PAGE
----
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Issue 1804 (PDF)
The student newspaper of Imperial College London

Keep the Cat Free

Picante Latino - Ecuadorian Oasis

A five star outlet tucked away in Nag's Head Market

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in Issue 1804

Located just a few hundred metres from the more recently opened The Junction Market, Nag’s Head Market has been providing a place for vendors to sell their wares for nearly fifty years. Here, in just a few paces, you can go from getting your palms read to gorging yourself on steaming hot pierogi. A more recent addition to the ever-changing array of food stalls, Picante Latino is a small venture, positioned in the heart of the market which sells a range of Ecuadorian dishes alongside other Latin American favourites.

We started with the national dish of Ecuador, an encebollado – a fish stew made with tuna, onion, yuca and a variety of spices and herbs. Famed by many as a miraculous hangover cure, I can confirm that a hangover is not necessary to appreciate this warming broth. Light and fragrant, the pickled onions give the bowl an acidity which effectively cuts through the meatiness of the tuna. It was served with fried plantain chips and, interestingly, plain popcorn – both of which add some texture to the dish. If it isn’t already evident from the accompanying photos, the portion size was impressive for the price (£9). This was a bowl which I have little doubt could cure much more severe ailments than a simple hangover.

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We also tried the Argentinean style asado (£13). The dish consists of steak sliced thinly, completely covered in chimichurri (a bright green salsa made of parsley, chilli and garlic) and served alongside rice, yuca and a fresh salad. This one was a firm favourite. Sliced so thin, the steak surprisingly played a supporting role to the chimichurri, which was bright and flavoured the accompanying rice. The yuca was also a great addition, providing another blank canvas to cover with the salsa-covered steak. Steak is often a rich and heavy food, but the combination of the chimichurri and the fresh and slightly acidic salad made this dish feel more delicate than it had any right to be.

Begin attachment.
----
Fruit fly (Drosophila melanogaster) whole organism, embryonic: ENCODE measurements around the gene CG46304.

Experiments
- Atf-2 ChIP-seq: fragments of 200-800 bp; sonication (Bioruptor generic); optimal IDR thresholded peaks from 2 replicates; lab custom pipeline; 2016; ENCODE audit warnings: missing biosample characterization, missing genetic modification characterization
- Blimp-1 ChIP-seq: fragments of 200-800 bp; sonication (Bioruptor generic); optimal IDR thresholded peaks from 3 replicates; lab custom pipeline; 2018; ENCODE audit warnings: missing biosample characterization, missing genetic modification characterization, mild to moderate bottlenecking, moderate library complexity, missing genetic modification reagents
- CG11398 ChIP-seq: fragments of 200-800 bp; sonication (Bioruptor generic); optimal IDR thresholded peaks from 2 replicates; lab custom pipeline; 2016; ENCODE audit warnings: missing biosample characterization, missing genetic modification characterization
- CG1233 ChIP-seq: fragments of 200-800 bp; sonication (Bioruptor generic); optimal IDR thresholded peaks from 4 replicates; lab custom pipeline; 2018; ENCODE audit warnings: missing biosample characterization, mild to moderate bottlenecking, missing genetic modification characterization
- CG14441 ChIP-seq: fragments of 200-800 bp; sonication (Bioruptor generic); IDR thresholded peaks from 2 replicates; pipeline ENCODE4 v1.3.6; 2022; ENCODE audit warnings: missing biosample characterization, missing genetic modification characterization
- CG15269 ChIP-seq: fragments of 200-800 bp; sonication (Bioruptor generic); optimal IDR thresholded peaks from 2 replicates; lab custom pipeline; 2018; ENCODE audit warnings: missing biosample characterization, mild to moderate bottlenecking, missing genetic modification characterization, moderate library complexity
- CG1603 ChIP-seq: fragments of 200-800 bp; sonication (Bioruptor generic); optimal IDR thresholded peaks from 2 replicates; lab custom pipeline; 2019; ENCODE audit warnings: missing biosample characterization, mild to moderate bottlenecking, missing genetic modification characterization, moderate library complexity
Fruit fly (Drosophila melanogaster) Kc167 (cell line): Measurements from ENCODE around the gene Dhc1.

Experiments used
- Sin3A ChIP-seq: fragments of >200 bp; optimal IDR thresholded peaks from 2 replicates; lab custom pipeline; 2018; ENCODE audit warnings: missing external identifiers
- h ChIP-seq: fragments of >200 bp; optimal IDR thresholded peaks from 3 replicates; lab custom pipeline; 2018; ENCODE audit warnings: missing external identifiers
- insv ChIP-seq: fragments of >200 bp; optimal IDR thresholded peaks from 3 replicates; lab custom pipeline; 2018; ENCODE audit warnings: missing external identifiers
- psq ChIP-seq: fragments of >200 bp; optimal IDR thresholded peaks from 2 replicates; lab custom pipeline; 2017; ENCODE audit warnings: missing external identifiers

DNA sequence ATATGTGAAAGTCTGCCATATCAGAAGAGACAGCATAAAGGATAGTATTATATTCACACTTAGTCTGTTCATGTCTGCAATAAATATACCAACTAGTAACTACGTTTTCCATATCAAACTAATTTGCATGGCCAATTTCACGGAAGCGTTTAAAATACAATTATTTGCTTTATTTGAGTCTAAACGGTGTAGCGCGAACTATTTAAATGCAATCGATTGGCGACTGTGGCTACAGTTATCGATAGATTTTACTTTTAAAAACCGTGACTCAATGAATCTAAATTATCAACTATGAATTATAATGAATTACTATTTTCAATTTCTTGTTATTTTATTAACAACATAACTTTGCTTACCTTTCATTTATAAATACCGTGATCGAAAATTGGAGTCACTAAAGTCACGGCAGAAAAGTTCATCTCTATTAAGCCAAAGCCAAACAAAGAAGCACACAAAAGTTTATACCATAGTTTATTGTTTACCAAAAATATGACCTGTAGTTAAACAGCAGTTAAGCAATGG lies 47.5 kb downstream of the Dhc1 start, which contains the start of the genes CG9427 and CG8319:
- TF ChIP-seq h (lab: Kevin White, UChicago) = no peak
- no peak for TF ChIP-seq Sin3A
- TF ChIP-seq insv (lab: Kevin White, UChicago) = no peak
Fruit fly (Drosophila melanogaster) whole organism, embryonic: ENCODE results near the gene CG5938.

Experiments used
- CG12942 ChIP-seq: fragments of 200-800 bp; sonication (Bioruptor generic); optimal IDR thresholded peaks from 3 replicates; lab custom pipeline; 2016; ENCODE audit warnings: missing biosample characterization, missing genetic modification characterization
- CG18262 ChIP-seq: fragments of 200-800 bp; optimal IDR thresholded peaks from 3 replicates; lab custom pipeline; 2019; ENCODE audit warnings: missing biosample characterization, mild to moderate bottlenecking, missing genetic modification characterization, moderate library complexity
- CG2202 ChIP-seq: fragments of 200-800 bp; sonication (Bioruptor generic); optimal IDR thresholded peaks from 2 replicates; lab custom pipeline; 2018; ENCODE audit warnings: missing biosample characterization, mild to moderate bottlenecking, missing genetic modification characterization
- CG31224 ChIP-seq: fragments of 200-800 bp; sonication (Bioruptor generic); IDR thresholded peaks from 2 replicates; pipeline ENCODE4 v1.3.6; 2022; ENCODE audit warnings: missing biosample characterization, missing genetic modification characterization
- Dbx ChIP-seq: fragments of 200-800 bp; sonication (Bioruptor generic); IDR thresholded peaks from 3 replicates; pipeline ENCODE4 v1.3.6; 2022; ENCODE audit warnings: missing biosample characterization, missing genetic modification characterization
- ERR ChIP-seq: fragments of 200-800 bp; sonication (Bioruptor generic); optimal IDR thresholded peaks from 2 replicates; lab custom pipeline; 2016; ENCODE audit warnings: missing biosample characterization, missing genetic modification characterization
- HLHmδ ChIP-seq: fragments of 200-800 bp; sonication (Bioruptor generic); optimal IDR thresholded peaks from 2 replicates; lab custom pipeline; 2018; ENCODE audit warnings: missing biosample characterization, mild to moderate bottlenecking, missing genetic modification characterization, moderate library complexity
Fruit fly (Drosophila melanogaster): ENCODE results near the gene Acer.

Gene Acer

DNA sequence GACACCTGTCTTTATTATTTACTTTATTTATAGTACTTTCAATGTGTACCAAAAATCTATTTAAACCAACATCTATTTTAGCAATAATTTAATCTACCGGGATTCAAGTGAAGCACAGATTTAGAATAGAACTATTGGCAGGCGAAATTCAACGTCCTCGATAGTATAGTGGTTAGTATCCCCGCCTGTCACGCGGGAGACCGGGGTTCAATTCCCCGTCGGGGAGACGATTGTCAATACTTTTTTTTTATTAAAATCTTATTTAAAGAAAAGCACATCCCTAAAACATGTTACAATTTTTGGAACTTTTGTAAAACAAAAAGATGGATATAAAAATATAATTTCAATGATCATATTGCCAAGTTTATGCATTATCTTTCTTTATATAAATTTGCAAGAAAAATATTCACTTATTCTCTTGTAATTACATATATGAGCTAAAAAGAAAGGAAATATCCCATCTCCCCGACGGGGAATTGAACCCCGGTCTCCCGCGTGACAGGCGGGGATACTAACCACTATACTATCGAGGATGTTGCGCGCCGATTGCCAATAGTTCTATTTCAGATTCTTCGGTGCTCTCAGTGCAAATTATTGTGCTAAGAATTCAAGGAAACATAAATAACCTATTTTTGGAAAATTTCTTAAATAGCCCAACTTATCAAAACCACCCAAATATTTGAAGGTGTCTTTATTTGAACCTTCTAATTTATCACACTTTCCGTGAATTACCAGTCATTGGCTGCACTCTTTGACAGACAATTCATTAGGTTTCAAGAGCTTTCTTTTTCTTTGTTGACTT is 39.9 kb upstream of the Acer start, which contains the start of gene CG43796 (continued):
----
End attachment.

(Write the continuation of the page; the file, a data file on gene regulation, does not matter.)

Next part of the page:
We were also told to try the bolón de verde (literally ‘big green ball’). This is a deep-fried ball of green plantain, stuffed with cheese and, in our case, chicharrones. It was served alongside that same fresh salad with an acidic red onion bite and a small dish of ají, a chilli sauce. The ají was thick and didn’t have a particularly strong tang, so we quickly covered the bolón with every drop. This is pure comfort food, plain and simple, and perfectly scratched that deep-fried itch after such fresh and light dishes. 

Due to the intimate nature of the stall - with just a few small tables and chairs to sit at - I was able to chat with the owner and chef, an Ecuadorian woman called Ninfa. Ninfa is clearly loved in the area, with our conversation frequently halted as a passer-by greeted her and she shouted back with a smile. Put simply, it was clear to me in the short time that we spent there that she is one of the most lovely and warm human beings you could hope to meet. The size of the stall is something worth noting - although I’m certain you could use the tables of adjacent stalls, Picante Latino doesn’t have seating for a very large group.

Finally, we watched as Ninfa peeled back the corn husk on a humita (£2.50). Humitas are much like an Ecuadorian version of tamales - although slight variations on humitas also exist in many other Andean countries. They consist of fresh corn ground into a paste and combined with cheese, encased in a corn husk, and boiled or steamed - in Ecuador they are often eaten at breakfast. At Picante Latino it was served with another small dish of ají and a large mug of black coffee for that authentic breakfast feeling at 6 p.m. Is this not essentially just cornflakes with added chilli? These were simple but delicious, and Ninfa told us that she sells out of them every day.

All this was eaten leisurely whilst sipping a glass of colada morada (£2.50) – a vibrant purple drink served hot or cold (in this case cold) made of a selection of fruits and berries, purple corn powder and warming spices such as cinnamon and cloves. This was Christmas in a glass, and I’m sure it tastes even more like distilled festive cheer when warm. The reasonably large chunks of pineapple which filled the glass also made this drink feel quite substantial. Amongst an impressive selection of dishes, this first-time try will definitely stick in my mind. 

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The same can be said for the batido de aguacate (£2.50) – a tall, muted green glass of avocado milkshake. When this was first recommended to us by our culinary tour guide, I was far from convinced. In reality, it turns out that avocado, milk, and sugar blended together tastes exactly like you would expect – creamy, sweet, and avocado flavoured. If you like avocado as much as I do, you’ll enjoy this; if not, it won’t win you over.

Picante Latino, tucked away in the small but charming Nag’s Head Market, is a true gem of North London. The food was excellent and the prices were very reasonable for the truly impressive portion sizes. The service was also some of the best I’ve ever had, making us all feel like we could return just to chat with the owner for longer. I would wholeheartedly recommend this spot to anyone passing through the area - just remember to tell Ninfa that I sent you and I’m sure you’ll get a warm greeting.

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